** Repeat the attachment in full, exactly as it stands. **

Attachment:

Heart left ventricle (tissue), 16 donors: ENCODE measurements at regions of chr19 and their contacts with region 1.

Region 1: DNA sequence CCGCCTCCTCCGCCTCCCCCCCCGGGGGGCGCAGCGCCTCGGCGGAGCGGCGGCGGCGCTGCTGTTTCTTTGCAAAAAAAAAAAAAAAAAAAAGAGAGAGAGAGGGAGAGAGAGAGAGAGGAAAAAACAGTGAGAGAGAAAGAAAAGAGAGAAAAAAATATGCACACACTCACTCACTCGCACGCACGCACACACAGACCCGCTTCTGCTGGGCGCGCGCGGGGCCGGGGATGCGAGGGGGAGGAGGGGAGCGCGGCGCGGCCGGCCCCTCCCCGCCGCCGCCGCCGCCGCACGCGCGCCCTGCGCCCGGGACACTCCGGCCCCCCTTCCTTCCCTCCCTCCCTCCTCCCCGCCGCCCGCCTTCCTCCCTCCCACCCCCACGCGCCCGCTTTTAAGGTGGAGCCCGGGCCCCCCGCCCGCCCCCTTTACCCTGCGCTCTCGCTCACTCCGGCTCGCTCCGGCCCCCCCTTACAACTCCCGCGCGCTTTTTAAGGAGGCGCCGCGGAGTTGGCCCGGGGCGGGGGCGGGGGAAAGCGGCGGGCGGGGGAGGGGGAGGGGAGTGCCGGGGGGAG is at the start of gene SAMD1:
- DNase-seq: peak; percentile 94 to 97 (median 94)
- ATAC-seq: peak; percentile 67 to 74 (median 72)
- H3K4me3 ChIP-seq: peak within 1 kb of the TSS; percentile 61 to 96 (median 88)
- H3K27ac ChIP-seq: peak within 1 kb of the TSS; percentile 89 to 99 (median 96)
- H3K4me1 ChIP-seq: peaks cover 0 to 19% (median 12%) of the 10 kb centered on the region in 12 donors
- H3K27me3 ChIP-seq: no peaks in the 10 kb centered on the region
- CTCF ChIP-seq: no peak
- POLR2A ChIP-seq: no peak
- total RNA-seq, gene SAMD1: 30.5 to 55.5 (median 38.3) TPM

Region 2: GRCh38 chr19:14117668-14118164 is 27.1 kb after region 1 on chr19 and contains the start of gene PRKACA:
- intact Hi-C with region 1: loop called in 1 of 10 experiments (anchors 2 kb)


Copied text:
Heart left ventricle (tissue), 16 donors: ENCODE measurements at regions of chr19 and their contacts with region 1.

Region 1: DNA sequence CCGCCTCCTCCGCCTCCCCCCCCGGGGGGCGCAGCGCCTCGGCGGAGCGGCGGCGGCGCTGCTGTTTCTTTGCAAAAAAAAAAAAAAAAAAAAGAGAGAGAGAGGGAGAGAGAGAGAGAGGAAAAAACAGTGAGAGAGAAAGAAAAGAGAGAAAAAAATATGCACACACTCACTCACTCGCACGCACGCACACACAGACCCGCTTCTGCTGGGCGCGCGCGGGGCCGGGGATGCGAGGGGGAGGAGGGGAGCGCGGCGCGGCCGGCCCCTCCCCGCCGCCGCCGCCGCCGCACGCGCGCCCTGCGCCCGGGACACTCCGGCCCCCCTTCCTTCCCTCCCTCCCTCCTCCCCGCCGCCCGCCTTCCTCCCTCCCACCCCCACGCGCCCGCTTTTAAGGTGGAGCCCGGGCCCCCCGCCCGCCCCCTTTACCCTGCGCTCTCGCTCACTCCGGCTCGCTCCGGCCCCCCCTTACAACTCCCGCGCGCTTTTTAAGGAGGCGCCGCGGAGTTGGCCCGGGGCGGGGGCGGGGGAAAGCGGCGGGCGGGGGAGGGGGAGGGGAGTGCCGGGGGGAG is at the start of gene SAMD1:
- DNase-seq: peak; percentile 94 to 97 (median 94)
- ATAC-seq: peak; percentile 67 to 74 (median 72)
- H3K4me3 ChIP-seq: peak within 1 kb of the TSS; percentile 61 to 96 (median 88)
- H3K27ac ChIP-seq: peak within 1 kb of the TSS; percentile 89 to 99 (median 96)
- H3K4me1 ChIP-seq: peaks cover 0 to 19% (median 12%) of the 10 kb centered on the region in 12 donors
- H3K27me3 ChIP-seq: no peaks in the 10 kb centered on the region
- CTCF ChIP-seq: no peak
- POLR2A ChIP-seq: no peak
- total RNA-seq, gene SAMD1: 30.5 to 55.5 (median 38.3) TPM

Region 2: GRCh38 chr19:14117668-14118164 is 27.1 kb after region 1 on chr19 and contains the start of gene PRKACA:
- intact Hi-C with region 1: loop called in 1 of 10 experiments (anchors 2 kb)